AS a journalist I have to often deal with people complaining about the world – so much so that at the end of a day my head sometimes hurts. If I were to believe some of the complainers, the sky has already fallen in.
What characterises these proverbial moaners is that they are either couch-bound, or have their heads buried in conspiracy theory, social media and fake news (which they often believe is true).
Quick to comment, even quicker to condemn and shrouded with negativity, these energy vampires – as I call them – seem to think that by shouting at the world, and condemning everyone around them, they are going to solve its problems.
To be honest, I have very little time for these people – not only is life too short for this kind of nonsense, but there are better things to do. As my teacher and guide, the late Sayyid Muhammad al-Maliki, once said: “In spite of all the bad news, there is still khayr (goodness) in the world, so don’t forget that.”
Indeed, the Sayyid was the one who reminded us that the Prophet [saw] never surrounded himself with negativity, despite the challenges he had to encounter. Or as another learned elder once remarked, “Shafiq, are the angels smiling? Yes. Is the Prophet [saw] smiling? Yes.”
It is with a positive attitude, the Prophetic attitude, that the world becomes transformed. And I have often told these energy vampires that charity – Sadaqah, Fitrah, Sadaqat ul-Jariyyah and Zakah – are the first steps in transforming society. They are admittedly humble steps, but as I tell them, if everyone buys into it, the benefits multiply and become an avalanche.
To this end, we have to remind ourselves that at its height, the Islamic empire was run by various Awqaf that were supported by Zakah and other Islamic means. So successful was this system that the Caliphs only had to bank-roll their judiciary and the military.
Housing, water, energy, mosques, universities, feeding schemes, roads and dams were all governed by various Awqaf, that once seed-funded by Zakah, could sustain themselves on their own. The socialist in us might argue that this is “privatisation”, but we have to remember that Zakah is worship, and that a Waqf is established in the name of Allah in perpetuity and for public benefit.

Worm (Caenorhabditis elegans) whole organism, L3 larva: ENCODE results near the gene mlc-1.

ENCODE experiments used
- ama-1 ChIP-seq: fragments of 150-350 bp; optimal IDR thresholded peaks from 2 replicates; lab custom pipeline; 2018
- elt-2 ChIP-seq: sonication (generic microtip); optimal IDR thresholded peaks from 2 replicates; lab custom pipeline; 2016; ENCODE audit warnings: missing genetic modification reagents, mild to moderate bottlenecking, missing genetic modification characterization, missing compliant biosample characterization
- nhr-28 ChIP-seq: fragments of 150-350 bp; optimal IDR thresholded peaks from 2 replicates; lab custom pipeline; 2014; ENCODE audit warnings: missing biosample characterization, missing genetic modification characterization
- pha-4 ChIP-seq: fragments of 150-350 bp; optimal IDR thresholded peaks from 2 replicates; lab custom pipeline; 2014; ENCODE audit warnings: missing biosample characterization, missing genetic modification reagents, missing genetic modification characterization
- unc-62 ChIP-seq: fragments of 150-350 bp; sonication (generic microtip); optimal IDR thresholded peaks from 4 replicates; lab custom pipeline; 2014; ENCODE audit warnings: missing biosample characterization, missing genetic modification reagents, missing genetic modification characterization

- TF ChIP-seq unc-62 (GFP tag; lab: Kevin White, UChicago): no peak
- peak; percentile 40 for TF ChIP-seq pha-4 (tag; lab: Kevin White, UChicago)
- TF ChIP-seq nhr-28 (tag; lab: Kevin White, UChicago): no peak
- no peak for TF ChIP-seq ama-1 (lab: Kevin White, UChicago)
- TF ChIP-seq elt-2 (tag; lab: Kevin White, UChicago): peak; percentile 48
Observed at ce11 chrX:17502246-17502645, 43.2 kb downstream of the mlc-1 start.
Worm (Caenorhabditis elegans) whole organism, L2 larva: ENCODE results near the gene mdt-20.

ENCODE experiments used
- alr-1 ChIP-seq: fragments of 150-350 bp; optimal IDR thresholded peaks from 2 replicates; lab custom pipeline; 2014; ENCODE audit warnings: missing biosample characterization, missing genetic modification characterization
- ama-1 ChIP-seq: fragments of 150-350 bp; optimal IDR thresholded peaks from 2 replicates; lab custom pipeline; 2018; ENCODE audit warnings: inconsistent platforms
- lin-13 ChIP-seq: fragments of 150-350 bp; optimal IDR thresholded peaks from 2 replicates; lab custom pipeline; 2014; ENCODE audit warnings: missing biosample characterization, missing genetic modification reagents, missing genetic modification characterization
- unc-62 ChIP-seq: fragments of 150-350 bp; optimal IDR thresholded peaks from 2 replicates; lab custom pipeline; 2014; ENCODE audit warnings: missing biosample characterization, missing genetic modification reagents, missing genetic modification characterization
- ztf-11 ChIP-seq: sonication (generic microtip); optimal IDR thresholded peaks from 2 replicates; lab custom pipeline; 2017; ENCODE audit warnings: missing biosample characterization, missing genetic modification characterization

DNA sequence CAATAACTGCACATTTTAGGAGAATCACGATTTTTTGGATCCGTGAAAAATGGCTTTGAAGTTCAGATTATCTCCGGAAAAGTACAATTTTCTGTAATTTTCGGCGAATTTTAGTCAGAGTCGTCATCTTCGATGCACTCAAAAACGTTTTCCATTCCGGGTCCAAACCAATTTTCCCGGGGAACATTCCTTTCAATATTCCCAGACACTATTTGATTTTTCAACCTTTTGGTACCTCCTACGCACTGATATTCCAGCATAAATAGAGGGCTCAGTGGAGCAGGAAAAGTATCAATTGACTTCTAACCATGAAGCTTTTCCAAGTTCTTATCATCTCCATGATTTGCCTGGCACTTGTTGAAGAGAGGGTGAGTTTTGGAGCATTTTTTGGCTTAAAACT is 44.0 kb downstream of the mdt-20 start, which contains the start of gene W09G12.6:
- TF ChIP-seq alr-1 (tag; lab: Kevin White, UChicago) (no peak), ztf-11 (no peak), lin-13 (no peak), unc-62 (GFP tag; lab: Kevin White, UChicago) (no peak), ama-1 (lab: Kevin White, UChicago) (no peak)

The potential of what I have described is huge. As Muslims we have all the tools and regulatory vehicles for relevant social transformation; it is in a sense, as close to us as our jugular vein. It is as simple as reaching out – if not physically, then financially.
And what’s more, if we all contribute to an idea and a goal, it doesn’t have to be in large amounts. It then becomes a question of the building going up brick-by- brick, floor-by floor, building-by-building and street-by-street.
One person, who did not take notice of the energy vampires, and who remained firmly focused and positive in spite of jealousy and adversity – and even attempts on his life – was the Pakistani philanthropist, Abdul Sattar Edhi. Saying that suffering was his tutor, he started a charitable empire in 1947 from only 500 dollars.
He said his sense of charity had been inspired by his mother. Hailing from a poor family, she would give her son two paisas (a few cents) to take with him to school. One paisa he could spend on lunch, and the second he had to give to a beggar. When his mother suffered a stroke in 1939, he nursed her for eight years until her death.
When Pakistan became independent in 1947, he became aware of the suffering around him. He was especially touched by a mother of six committing suicide because she could no longer cope. This inspired him to set up his charity, relying solely on public donations.
By the time he passed on – aged 89 in July 2016 – he’d saved the lives of at least 50,000 babies; but not only that, he’d established hundreds of food kitchens, re-hab centres, homeless shelters and clinics; he’d adopted 20, 000 orphans, established an ambulance service (at 1,800 ambulances it is the biggest volunteer service in the world) and had trained over 40,000 nurses and had 28 rescue boats and two airplanes on hand for emergencies.
A humble man – who never took a salary, who had only two thawbs and who slept in a room next to his office – Edhi once said that “long praises and empty words” did not impress Allah. One showed their faith by action.
He did not suffer pettiness, and when criticised for picking up Christians and Hindus in his ambulances, retorted that the ambulances were more Muslim than their critics. He also provided aid in the Ethiopian famine of 1985 and sent 100, 000 dollars to help those stranded by Hurricane Katrina.
So to those energy vampires, with all due respect, please read this. Please become inspired by the example of Abdul Sattar Edhi. If one man can do all that, imagine the power of a whole society.